I don’t mean to oversell the Level 5 idea—I really
want to teach it. Given what I understand, I can’t imagine that
an organization would not produce better results if you had more
Level 5s throughout all standard responsibilities.
mean that Level 1s, 2s, 3s and 4s can’t produce results—of course
they can. But Level 5s produce the best and longest lasting results.
At almost any span of responsibility, there’s the potential to
become more Level 5-like in ways that produce better results.
In any span of responsibility, you do have a fundamental question
of required results. So, would you produce better for any leadership
role with a Level 5? I think yes.
If you want to build an army of Level 5 people across
your organization, how would you do that?
I’ll have to answer that from the standpoint of who’s
the “who” we’re talking about. The answers for a CEO would be
different than for the head of HR or the head of, say, executive
development. I would answer differently depending on the position
If I were
a CEO or general manager of a division with top executive responsibilities,
I would systematically purge out of the system people around me
who could not be Level 5 and operate in a Level 5 way.
Get the “wrong ones off the bus”?
Absolutely. What happens then is Level 5s tend to attract
other Level 5s. In good to great companies we’ve noticed that
executive teams headed by a Level 5 tend to become self-reinforcing.
Being conscious about the right people on the bus was like a magnet
to attract others. As teams acquired more level 5 capability,
a kind of cascading effect encouraged other teams below them to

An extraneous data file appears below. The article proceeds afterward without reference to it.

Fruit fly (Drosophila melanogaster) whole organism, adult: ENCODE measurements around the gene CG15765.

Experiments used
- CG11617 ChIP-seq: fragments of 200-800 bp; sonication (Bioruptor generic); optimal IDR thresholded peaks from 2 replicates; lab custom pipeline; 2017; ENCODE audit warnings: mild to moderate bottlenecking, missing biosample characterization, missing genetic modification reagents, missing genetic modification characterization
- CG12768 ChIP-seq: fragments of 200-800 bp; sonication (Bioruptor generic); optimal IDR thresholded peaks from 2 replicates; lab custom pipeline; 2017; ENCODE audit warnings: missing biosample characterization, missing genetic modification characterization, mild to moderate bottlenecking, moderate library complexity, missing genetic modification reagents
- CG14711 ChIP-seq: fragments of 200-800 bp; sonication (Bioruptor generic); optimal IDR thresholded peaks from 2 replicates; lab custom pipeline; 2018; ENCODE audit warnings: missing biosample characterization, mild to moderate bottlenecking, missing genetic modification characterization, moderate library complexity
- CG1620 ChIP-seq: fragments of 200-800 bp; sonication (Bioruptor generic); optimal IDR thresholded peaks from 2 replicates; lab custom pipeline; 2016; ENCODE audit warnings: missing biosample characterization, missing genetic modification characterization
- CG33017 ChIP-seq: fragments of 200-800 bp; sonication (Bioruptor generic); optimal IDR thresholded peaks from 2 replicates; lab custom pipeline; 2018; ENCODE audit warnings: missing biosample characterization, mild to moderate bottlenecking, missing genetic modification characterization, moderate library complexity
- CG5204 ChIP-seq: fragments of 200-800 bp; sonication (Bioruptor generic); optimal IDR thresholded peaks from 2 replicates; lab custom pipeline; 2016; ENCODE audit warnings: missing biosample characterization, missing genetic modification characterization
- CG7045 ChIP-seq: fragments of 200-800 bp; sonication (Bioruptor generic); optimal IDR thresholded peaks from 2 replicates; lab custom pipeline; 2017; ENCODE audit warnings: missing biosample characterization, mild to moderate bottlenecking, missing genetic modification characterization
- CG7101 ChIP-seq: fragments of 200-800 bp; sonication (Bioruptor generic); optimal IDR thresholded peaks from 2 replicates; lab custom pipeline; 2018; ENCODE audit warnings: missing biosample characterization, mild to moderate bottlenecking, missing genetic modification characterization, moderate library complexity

also attract more level 5 leadership.
Should companies use psychological testing to identify
No, I would do it more on observation of managers on
the job—how they handled their “forks in the road” decision points.
I think it’s more like what the Supreme Court Justice [Potter
Stewart] said about pornography: “I can’t define it, but I know
it when I see it.” I think that’s especially true when you see
what is decidedly not Level 5. You have to be very careful about
having people around who are decidedly not capable of being Level
5. They are ultimately destructive to creating a Level 5 environment.
But you have to make the distinction between, “Not
there yet, but could be” versus “Never going to get there.” You
also suggest that part of the virtue of Level 5 leaders is that
they tend to cut people enough slack to really understand them.
They don’t just rush in and fire half the people when they take
on a new assignment.
That’s right. There’s no evidence that Level 5s rush
to judgment in determining members of teams around them. But there
is evidence that once they have made a judgment, they are swift
in their decisions and their actions. That may sound obvious,
but it’s really quite rare.
The other thing that’s needed to build this kind of leadership
is to educate people, even the CEO, about what is Level 5. I would
mainly try to accomplish that through role modeling by the right
people on the executive team; but I also think there’s value in
educating members of the team on what the model is and why it
So simply educating leaders in the model can add value?
I think it really does. We learn by stories and role
models, and we need models to operate with. If all that the regular
business press gives us is Lee Iacocca and Jack Welch, we have
to combat that with a different model. So I think it’s important
to give people the stories of Darwin Smith [CEO, Kimberly-Clark]
and David Maxwell [CEO, Fannie Mae]—these heroes who would not
make themselves heroes.
I listened to a course recently on ancient Greek civilization
and the role of the Iliad and
the Odyssey. The story of the mythic hero was the culturally
shaping force that defined the essence of their civilization for
ancient Greeks. We need to do the same thing with our modern business
leaders. We need to give people a different Iliad, a different
Odyssey, where leaders like Smith and Maxwell become the emblems
Okay, but say I’m a Vice President of Human Resources
or Vice President of Executive Development. I read Good to Great, and so did my CEO; and suddenly
she’s clamoring for more of these Level 5 people. I can imagine
the CEO saying, “We’ve got 6,000 people who need to be Level 5
by Thursday.” How do you handle the demand?
It’s not going to be done instantly, of course, but